This allows for more visuals than a normal book may allow
Clear and easy to follow
Highlighted terms that make understanding easier
I did not like how terms were recycled and redefined chapters later – very abnormal for a textbook.
Almost seems as if it is intended for a high school level environmental science course
I appreciated having a book like this for this course because I feel that sometimes we can get caught up in the biases of an author
Very interesting case studies to tie information to real world application
For example, one child rule in chapter 2
Aside from the more complex economic topics, I have been familiarized with almost all of the topics and themes of this book through OWU courses such as Conservation Biology, Population and Community Ecology, Seminars, and Environmental Alteration.
The repetition of terms is partially because the themes are so interconnected.
For example, in the chapter about nuclear power there is a reiteration of hazards and risks.
This shows that the topics are not isolated issues
This is almost like a real-life approach to the issues where different topics and approaches must be considered and how they relate to one another
Chapter 2: Population and Scarcity
Population is limited by diseases and availability of resources
How societal conditions relate to population (i.e. literact and birth rates)
Human population growth is directly linked to sustainability
Environmental impacts on a population will vary by their affluence and accessibility of technology
Chapter 3: Markets and Commodities
Look at the environment as a commodity with a value
Way to regulate resources
Market based mechanisms as management techniques
Green taxes, etc.
Difficult to assign monetary values to environmental goods and services
Chapter 4: Institutions and Commons
Individuals usually choose personal, instantaneous gain over gains that are distant but for the collective good
Tragedy of the Commons: selfishness overcomes foresight
Common properties can be preserved with the right management approaches and collaboration of institutions and individuals
Cooperation may be hindered by social, political, and economic inequalities
Chapter 5: Environmental Ethics
First, I was worried that this chapter would become highly opinionated, but it remained fairly neutral. I think it is nearly impossible for an author or reader to not have an emotional response to a section about ethics.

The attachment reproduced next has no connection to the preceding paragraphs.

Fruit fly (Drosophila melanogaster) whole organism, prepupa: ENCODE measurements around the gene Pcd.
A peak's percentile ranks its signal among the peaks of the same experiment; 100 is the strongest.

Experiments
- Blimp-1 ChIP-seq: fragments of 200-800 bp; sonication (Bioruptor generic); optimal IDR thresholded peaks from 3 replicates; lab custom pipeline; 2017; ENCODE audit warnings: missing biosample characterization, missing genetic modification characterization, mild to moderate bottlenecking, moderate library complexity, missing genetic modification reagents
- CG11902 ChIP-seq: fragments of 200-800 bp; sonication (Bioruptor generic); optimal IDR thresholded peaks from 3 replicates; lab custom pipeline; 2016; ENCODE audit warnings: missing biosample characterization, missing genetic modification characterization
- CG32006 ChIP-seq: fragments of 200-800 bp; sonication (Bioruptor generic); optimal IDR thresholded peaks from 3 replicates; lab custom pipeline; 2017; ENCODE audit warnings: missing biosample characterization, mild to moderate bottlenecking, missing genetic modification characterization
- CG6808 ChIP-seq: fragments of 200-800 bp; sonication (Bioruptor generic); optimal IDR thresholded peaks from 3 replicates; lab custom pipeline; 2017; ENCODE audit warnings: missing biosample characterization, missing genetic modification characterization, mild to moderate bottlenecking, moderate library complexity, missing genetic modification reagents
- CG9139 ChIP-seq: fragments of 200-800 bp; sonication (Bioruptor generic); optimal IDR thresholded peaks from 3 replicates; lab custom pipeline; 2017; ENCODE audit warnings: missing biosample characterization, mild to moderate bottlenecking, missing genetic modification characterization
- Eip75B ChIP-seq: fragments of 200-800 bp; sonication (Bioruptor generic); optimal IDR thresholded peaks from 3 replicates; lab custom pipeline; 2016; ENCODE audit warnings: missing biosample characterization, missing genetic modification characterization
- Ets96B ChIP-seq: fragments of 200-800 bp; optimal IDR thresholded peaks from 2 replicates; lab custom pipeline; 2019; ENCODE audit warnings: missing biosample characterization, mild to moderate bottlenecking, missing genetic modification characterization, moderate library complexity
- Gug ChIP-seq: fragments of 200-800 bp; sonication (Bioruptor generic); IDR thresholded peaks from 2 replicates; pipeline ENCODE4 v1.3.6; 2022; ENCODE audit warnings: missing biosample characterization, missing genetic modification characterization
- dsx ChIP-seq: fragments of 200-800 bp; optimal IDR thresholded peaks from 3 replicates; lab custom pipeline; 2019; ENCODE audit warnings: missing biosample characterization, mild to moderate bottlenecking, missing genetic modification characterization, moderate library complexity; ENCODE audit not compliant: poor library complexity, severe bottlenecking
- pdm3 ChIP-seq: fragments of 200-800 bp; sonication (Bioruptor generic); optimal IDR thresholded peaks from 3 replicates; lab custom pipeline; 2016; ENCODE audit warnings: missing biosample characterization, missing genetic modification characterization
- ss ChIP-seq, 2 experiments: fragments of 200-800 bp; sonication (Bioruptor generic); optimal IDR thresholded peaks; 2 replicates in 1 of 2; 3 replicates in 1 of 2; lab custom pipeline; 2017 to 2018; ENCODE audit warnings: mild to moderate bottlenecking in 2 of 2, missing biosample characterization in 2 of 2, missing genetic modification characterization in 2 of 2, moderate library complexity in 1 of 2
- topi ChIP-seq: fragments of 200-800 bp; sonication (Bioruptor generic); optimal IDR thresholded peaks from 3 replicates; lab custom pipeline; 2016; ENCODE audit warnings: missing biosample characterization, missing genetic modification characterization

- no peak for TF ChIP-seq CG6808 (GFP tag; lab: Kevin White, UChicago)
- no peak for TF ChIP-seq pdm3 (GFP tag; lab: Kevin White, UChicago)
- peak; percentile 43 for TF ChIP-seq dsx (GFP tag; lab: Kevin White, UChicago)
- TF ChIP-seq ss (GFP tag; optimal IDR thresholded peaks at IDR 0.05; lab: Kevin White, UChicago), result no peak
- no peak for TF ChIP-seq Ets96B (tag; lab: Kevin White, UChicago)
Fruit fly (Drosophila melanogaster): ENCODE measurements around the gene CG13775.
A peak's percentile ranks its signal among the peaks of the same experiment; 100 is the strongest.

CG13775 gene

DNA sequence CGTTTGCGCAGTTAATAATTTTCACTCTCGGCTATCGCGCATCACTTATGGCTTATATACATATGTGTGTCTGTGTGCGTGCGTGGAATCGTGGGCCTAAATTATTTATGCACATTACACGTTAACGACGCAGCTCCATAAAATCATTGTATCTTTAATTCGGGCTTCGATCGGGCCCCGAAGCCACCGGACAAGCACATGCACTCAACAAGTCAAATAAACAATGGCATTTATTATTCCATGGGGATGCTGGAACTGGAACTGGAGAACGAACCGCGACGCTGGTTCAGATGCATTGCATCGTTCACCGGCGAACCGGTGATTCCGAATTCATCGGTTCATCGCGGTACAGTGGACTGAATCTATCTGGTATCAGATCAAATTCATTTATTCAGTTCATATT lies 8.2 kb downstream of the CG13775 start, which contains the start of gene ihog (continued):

Anthropocentric vs ecocentric
Conservation vs preservation
Acknowledge that nature has utilitarian value for mankind
Do not have to be separated
Chapter 6: Risks and Hazards
Hazards vs risks
Think of environmental problems as hazards
New way of decision making
Separation of risk and emotion
Evaluating risks may be a societal or social construct
Different groups have different exposures to risks as well as have different priorities based on what risks they are facing
Chapter 7: Political Economy
I enjoyed the cartoon… these types of figures and notes in the book gives the text more “personality” than a traditional textbook.
Intersections of politics and economics in an environmental context
Tension for economic gains to exploit natural resources
Environmental justice and ecofeminism
Chapter 8: Social Construction of Nature
Does normal = natural? No
Back to beginning of this course – what is nature?
Cronon, Meadowlands, Thoreau, Abbey, etc.
Although not necessarily correct, this can have large impacts on politics
May lead to inappropriate or uninformed decision making
Does this cause for a dismissal of science?
Social constructs heavily influence our way of thinking
Chapter 9: Carbon Dioxide
This point is a shift in the book from more over-arching social themes of environmental science to issue-based topics.
Relationship of carbon emissions and industrialization
Creation of carbon-dependent society
Idea of greenwashing
Combination of economic and institutional approaches for management
Carbon cycles and climate change
Chapter 10: Trees
Changes in tree cover globally
Society has emotional attachment to trees
Forest destruction vs recovery
Forests are a highly valued commodity
Chapter 11: Wolves
History is entirely shaped by human interactions
Life-history of the wolf
Keystone species making it important for preservation of biodiversity
Chapter 12: Uranium
Worth the danger?
Weapons vs energy
Reduce electricity and therefore carbon footprint
History of disaster
Risk of pollution and other environmental impacts
No solution for waste disposal
Mining is harmful
Chapter 13: Tuna
I enjoyed the reference to Blood Diamond
Tuna have been unsustainably harvested for years
New technologies have made it more detrimental in practice because bycatch and overall environmental impacts
Had to appeal to the charismatic dolphin to gain political support by altering the social construct of tuna
Why do we not see tuna the same way we see other animal rights
Think about factory farms
Chapter 14: Lawns
Part of our society and culture
Hazardous to health and ecosystems
We still use them knowing these risks because of the higher concern for cultural acceptance…
I have to have a green yard so my neighbors aren’t angry….
Grew into multi-billion dollar industry
Chapter 15: Bottled Water
Becoming a primary source of drinking water worldwide
Social construct of superiority
Health and safety
Production, packaging, and dispersal are environmentally unfriendly
Proven to not be advantageous over tap water
Commoditization of nature
Chapter 16: French Fries
Random chapter but interesting
Viewed as having broader political implications than just an individual choice
Problems with biodiversity
Risks to both human and ecosystem health
Chapter 17: E-Waste
Environmental justice issue
Dumping in poor countries
Increasing with increased consumption of electronics
Risks to public health as well as broader environment
Inconsistent regulations make management difficult
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Ohio Wesleyan University